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Bitcoin donations to ISIS soared day before Sri Lanka bombings

Security personnel inspect the interior of St Sebastian's Church in Negombo on April 22, 2019, a day after the church was hit in series of bomb blasts targeting churches and luxury hotels in Sri Lanka. - At least 290 are now known to have died in a series of bomb blasts that tore through churches and luxury hotels in Sri Lanka, in the worst violence to hit the island since its devastating civil war ended a decade ago. (Jewel Samad/AFP/Getty Images/Getty Images)

Bitcoin’s anonymity, availability and the ease with which unsupervised international money transfers can be achieved have made it the favored means of financing for terrorist organizations including ISIS. “Globes” can reveal that an investigation conducted by Israeli blockchain intelligence startup Whitestream has found that on the day prior to the Easter bombings in Sri Lanka, there were exceptionally large transfers in the bitcoin wallets that ISIS uses to raise contributions. Militant Islamic terror group ISIS took responsibility for last month’s Sri Lankan bombings, which claimed the lives of over 250 people.

Whitestream found that on the day before the bombings, there was a sharp rise of hundreds of percent in the bitcoin balance held by CoinPayments, a company through which donations to ISIS are changed into bitcoin from regular currency. On April 20, the day before the Easter attacks, the balance in the main wallet of CoinPayments rose from just $500,000 to $4.5 million.

The following day on which the lethal attacks took place, the wallet’s balance dropped back to $500,000, the same as the average daily monthly balance during the previous nine months. CoinPayments is a commercial company registered in the Cayman Islands and operating out of Canada, which allows its customers to receive cryptocurrency payments and convert them into dollars.

Earlier this week, ISIS released a video in which its leader Abu Bakr Al-Baghdadi was seen for the first time in five years in which he briefs the terror organization’s activists about the hit taken by ISIS in Syria and links it to the attacks in Sri Lanka.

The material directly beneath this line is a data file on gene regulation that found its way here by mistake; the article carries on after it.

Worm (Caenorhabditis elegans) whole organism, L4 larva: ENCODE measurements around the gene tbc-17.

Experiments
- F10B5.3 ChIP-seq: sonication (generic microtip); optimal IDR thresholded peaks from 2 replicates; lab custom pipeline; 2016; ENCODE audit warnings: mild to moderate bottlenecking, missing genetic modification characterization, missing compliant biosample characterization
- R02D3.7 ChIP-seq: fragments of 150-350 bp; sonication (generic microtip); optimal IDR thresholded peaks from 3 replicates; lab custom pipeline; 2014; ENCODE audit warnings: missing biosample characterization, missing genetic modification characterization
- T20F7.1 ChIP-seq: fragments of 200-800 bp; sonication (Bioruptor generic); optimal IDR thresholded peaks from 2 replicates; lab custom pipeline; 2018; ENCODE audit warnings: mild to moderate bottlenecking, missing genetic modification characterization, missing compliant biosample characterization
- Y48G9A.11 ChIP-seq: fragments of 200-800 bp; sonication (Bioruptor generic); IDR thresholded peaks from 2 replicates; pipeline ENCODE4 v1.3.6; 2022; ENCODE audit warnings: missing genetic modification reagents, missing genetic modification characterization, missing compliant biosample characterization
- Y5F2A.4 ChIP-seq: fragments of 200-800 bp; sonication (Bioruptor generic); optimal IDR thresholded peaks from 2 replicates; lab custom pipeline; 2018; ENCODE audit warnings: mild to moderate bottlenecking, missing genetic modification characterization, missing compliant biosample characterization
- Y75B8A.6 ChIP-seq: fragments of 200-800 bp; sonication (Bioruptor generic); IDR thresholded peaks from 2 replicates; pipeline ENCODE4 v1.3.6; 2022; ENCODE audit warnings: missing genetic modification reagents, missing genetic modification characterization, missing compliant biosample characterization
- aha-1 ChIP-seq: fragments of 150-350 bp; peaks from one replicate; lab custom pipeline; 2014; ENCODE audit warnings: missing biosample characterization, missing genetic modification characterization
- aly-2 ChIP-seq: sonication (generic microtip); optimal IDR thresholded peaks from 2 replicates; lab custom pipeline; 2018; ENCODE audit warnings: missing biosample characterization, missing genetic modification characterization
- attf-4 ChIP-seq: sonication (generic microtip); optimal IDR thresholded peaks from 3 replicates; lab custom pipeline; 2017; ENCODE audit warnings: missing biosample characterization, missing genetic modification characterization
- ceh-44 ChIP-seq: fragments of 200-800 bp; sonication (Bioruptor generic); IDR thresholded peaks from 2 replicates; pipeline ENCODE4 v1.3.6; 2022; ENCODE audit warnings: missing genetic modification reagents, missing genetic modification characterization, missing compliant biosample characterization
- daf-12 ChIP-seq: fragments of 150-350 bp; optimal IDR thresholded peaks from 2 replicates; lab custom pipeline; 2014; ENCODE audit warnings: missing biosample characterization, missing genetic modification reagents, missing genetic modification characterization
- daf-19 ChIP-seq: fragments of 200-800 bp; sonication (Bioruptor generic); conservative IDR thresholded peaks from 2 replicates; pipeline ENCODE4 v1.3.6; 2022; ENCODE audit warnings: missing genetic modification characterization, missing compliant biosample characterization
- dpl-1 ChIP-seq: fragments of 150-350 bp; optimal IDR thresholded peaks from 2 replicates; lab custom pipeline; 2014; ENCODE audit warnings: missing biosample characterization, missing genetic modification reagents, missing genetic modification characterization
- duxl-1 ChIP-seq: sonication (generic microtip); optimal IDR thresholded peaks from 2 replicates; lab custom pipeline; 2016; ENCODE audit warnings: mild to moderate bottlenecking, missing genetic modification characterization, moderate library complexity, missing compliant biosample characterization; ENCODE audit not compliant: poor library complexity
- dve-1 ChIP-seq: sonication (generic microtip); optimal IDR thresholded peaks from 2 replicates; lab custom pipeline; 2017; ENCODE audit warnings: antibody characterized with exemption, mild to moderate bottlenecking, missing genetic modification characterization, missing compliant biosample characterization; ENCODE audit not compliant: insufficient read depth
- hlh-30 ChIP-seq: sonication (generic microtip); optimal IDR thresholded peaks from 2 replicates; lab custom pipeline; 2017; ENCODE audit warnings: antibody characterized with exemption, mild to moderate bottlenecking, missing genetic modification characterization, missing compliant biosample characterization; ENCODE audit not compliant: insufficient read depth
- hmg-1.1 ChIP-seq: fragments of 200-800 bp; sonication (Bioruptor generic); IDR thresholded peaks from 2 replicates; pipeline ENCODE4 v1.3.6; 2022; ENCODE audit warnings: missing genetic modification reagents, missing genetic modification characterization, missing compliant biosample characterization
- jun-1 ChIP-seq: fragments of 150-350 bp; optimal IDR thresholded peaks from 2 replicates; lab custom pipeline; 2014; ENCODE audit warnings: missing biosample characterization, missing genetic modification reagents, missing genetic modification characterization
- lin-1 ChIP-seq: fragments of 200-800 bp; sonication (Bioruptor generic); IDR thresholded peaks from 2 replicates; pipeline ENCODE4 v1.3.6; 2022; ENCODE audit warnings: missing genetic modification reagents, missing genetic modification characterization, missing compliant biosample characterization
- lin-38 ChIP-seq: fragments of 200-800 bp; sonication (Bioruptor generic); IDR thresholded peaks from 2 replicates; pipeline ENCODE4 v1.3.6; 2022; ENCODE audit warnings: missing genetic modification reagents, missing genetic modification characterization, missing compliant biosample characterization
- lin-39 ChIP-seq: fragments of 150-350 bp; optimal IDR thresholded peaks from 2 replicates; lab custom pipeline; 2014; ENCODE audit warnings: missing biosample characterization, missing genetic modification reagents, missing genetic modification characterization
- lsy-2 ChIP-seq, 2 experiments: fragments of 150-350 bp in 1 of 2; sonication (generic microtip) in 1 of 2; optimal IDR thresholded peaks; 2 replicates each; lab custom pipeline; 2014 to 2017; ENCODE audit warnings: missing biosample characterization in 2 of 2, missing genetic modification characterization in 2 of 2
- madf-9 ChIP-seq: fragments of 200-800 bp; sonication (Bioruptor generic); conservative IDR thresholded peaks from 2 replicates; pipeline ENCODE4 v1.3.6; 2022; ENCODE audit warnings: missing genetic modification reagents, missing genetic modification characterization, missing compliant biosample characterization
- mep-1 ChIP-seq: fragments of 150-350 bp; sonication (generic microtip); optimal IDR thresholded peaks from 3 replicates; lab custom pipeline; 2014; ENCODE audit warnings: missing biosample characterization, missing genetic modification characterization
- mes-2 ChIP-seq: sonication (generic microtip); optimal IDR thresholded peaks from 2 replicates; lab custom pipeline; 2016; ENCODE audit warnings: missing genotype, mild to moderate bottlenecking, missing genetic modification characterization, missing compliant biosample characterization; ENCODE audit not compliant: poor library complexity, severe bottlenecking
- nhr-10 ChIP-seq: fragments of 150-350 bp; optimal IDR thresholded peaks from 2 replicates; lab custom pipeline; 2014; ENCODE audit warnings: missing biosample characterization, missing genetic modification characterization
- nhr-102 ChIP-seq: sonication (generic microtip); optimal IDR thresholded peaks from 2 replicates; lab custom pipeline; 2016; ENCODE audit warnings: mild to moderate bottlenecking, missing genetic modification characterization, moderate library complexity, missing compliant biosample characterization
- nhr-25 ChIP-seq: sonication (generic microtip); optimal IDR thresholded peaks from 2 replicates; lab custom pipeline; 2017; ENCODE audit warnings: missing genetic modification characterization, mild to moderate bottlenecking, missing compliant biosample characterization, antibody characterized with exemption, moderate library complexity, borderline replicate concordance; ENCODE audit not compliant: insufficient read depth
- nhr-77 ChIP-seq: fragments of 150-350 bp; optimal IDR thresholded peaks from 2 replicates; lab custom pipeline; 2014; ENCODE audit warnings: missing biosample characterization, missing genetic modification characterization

Whitestream said, “In the past two years, ISIS has been running a mass funding campaign to raise donations in bitcoin. The aim of the campaign is to contribute to the organization’s technological division, which deals with the media, advertising and computer infrastructure sectors. The main efforts are carried out through a dedicated website. The domain address is frequently changed to prevent tracking by authorities around the world.”

“Hamas also converts money on the same platform”

Whitestream, founded by Itsik Levy and Uri Bornstein, has developed software to decode the behavior of blockchain users based on the dispersed data on which bitcoin relies. The software is designed for agencies seeking to prevent money laundering and financing terror using cryptocurrency.

In investigations carried out by Whitestream over the past six months, it has managed to monitor several bitcoin donations to ISIS including the financial movements on the day before the Sri Lankan bombings.

Whitestream said, “CoinPayments admits that there wallet was involved but denies that it is connected to ISIS. It’s possible that the company is not aware about the usage of their wallets, erhaps because ISIS uses straw companies in order to transfer the money.

Whitestream adds, “This is not the first time that the name of CoinPayments has been connected to a terrorist organization. Last February, we saw that Hamas also sent some of their donations that they had received in bitcoin to this platform, probably in order to convert it from regular money. Terrorist organizations are in the habit of exploiting unregulated commercial platforms and work through them. Whitestream works with Israel’s Ministry of Defense’s National Council for Fighting Terror Financing is order to thwart and halt these money transfers.”

Levy told “Globes” about the process by which Whitestream identifies usage by ISIS of a bitcoin wallet. “Firstly we identified a certain bitcoin address that received several donations at different times, and we succeeded in verifying that two of the donations came from the address that was presented on ISIS’s donations website. Even though the amount on this address was only several dollars, through this wallet we were able to identify that ISIS collects the donations via CoinPayments. This address is just a junction, which reveals the link between CoinPayments and ISIS’s donations. Our assumption is that the terrorist organization probably possesses many bitcoin addresses through CoinPayments, with every donation sent to a different address. On the day before the Sri Lanka terror attacks we identified two relatively big transactions at this address with bitcoins worth about $9,800.”

Levy said that it is just a matter of time until Hezbollah in Lebanon’s starts raising money through bitcoin in the way that ISIS and Hamas do.

Three months ago, Whitestream uncovered how Hamas uses the Coinbase cryptocurrency exchange in the US, the largest such exchange, to convert cryptocurrency donations into money. It now seems that ISIS is using a similar method.


© 2019 the Globes (Tel Aviv, Israel)

Distributed by Tribune Content Agency, LLC.